Neety Singh has been designing her own gold jewellery line over the past eight years.
Entrepreneurs are often categorised into two types. First, who enter the business with cleverly devised strategies and a thorough knowledge of the sector and their competitors. Second, who come in for passion—they seldom care about numbers but want to present to the world what they hold close to their heart.
Neety Singh belongs to the second category. When she started up in designer gold jewellery, she knew it was among the most saturated markets in India. India gold jewellery market was worth $46 billion in 2015, and is expected to be $60 billion by 2020, and is ruled by groups like Tata/Tanishq, Kalyan, Malabar Gold, TBZ etc. and online players like BlueStone.
Yet, women who adore the yellow metal can always make room for newer styles. Prices are secondary; versatile designs always come first. With Twinkle Khanna, Sania Mirza and other well-known HNIs as her clientele, Neety has established herself among the best in the craft. Her journey as an entrepreneur is as interesting as her designs—unique, and brimming with passion.
A colourful childhood
Neety was born to an Indian Air Force officer. Shifting base with her father’s postings, Neety has lived in various cities throughout her childhood, experienced multiple cultures and gained intellectual stimulation from such diversity.
“The lessons I learned from my parents have been the greatest value addition to my work,” she says. Now in her 40s, Neety thanks her parents for teaching her to respect every culture and person. “All my creations are inspired by different cultures,” she adds.
After graduating from Miranda House in Delhi, Neety worked with an international airline for more than 10 years. Travelling the world was an enriching experience. It gave her an understanding of a world-wide audience. “I looked at India and the rest of the world as one. My travel and exposure to cultures come in very handy when I travel with jewellery exhibitions internationally,” she says.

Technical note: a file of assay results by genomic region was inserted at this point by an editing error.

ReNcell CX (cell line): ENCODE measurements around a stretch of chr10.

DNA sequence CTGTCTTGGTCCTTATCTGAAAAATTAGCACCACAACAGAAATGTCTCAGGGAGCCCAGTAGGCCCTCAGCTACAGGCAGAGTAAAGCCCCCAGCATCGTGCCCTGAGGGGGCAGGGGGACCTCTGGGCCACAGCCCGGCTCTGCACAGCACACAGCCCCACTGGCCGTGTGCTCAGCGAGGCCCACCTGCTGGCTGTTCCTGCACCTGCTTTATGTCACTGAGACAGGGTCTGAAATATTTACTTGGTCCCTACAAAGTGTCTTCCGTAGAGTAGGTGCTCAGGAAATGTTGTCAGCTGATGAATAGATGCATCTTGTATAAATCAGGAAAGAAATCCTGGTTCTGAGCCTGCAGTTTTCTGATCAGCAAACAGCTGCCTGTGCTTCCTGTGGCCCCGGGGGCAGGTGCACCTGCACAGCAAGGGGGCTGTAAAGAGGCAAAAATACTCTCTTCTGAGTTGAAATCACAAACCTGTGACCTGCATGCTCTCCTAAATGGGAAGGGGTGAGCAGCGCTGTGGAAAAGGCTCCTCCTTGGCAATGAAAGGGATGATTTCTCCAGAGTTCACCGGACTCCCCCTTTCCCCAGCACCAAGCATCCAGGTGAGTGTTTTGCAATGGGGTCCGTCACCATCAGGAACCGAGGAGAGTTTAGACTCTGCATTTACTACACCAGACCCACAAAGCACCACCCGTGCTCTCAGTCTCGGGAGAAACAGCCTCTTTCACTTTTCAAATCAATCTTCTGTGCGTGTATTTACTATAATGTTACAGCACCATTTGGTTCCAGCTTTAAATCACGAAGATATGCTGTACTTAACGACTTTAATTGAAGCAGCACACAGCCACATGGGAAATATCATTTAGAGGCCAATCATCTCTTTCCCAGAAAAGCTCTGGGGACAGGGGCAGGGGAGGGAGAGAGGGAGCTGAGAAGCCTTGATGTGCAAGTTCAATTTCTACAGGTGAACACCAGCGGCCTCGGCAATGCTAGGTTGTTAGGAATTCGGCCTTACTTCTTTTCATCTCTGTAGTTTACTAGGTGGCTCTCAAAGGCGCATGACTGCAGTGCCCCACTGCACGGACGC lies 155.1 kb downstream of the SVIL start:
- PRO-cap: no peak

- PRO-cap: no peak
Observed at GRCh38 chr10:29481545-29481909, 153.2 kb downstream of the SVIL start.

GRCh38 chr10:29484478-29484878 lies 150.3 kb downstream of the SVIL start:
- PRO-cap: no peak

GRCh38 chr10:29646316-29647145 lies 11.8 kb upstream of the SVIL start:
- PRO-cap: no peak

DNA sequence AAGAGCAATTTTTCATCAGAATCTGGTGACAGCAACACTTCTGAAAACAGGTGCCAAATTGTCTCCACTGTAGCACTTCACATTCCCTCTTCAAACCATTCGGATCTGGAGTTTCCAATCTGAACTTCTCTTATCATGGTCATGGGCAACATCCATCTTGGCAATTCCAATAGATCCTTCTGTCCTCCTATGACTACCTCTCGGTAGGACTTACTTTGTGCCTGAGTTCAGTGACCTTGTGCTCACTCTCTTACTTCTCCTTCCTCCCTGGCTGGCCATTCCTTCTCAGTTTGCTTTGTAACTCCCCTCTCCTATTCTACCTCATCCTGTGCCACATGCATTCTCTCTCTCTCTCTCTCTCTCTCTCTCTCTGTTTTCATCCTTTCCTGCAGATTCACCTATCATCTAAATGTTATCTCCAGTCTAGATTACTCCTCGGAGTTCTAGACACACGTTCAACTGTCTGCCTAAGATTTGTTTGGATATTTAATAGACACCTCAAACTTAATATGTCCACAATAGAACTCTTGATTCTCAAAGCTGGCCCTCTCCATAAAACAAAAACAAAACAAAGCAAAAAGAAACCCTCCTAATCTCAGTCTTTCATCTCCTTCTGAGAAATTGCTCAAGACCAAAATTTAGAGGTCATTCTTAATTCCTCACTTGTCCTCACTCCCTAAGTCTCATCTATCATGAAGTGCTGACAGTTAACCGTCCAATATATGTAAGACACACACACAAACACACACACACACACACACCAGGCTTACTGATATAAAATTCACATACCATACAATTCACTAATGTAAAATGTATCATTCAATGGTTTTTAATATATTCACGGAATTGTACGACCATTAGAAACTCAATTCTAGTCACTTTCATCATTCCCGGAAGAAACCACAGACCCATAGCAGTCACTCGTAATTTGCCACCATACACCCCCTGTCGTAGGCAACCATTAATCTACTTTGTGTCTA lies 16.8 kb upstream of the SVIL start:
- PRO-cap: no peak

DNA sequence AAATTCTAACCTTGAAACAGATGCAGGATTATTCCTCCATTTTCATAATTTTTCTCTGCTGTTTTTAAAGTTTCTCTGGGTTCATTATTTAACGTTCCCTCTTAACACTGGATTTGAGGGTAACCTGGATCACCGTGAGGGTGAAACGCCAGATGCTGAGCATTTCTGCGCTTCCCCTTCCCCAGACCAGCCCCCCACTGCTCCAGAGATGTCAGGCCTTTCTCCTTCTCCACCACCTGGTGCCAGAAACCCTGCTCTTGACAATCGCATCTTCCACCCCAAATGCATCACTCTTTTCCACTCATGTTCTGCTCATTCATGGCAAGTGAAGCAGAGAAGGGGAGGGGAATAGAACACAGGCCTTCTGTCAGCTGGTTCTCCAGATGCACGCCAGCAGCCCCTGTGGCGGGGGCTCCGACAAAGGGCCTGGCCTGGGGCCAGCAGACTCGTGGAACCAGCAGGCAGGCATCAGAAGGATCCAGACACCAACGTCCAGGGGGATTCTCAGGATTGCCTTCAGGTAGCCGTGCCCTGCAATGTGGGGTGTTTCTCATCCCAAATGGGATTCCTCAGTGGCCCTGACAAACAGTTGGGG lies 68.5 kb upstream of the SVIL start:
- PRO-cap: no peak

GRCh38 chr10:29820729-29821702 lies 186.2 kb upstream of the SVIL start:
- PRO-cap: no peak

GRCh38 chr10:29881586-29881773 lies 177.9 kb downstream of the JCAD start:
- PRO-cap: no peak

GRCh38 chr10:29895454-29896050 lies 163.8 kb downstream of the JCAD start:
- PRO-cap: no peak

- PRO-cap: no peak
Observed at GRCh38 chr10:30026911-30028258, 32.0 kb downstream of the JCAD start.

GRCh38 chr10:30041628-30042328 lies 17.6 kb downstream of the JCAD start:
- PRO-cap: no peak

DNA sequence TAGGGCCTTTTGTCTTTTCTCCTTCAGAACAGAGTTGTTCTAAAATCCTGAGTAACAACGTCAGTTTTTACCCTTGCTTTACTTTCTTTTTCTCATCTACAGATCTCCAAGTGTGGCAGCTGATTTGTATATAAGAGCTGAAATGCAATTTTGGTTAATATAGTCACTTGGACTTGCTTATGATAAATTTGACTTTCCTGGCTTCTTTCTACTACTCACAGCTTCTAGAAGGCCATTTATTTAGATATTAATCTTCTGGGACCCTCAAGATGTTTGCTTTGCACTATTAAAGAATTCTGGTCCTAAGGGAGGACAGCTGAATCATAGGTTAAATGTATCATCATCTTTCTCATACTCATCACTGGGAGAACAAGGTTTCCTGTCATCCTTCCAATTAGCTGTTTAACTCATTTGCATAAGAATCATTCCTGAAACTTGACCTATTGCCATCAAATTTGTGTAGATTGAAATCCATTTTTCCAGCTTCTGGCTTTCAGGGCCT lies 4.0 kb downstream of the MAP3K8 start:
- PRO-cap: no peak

Jewellery designing was not a career option but more of a passion and a cherished hobby. It started eight years back, by putting together a small collection of 40 pieces. At a show overseas, everything was sold out in four hours, and it gave her confidence.
“I do not come from a family of entrepreneurs. My husband Jasdeep works in corporate. So, I started with a small collection put together by our savings. With limited funds, you eliminate the choice of failing,” she says.
But she had no formal studio during the initial days. “However, my interest in jewellery and informal designing experience provided the necessary base of kaarigars and clients,” Neety recollects.
Later, Neety undertook training at various institutes in Amsterdam, Delhi, and Mumbai, including the Gemmological Institute of America (GIA).
“But I don’t really attribute my design sensibilities to these training. They just honed me technically, which is also very important. Training can only give you certificates. You have to be inclined and creative enough to pull it off,” she adds.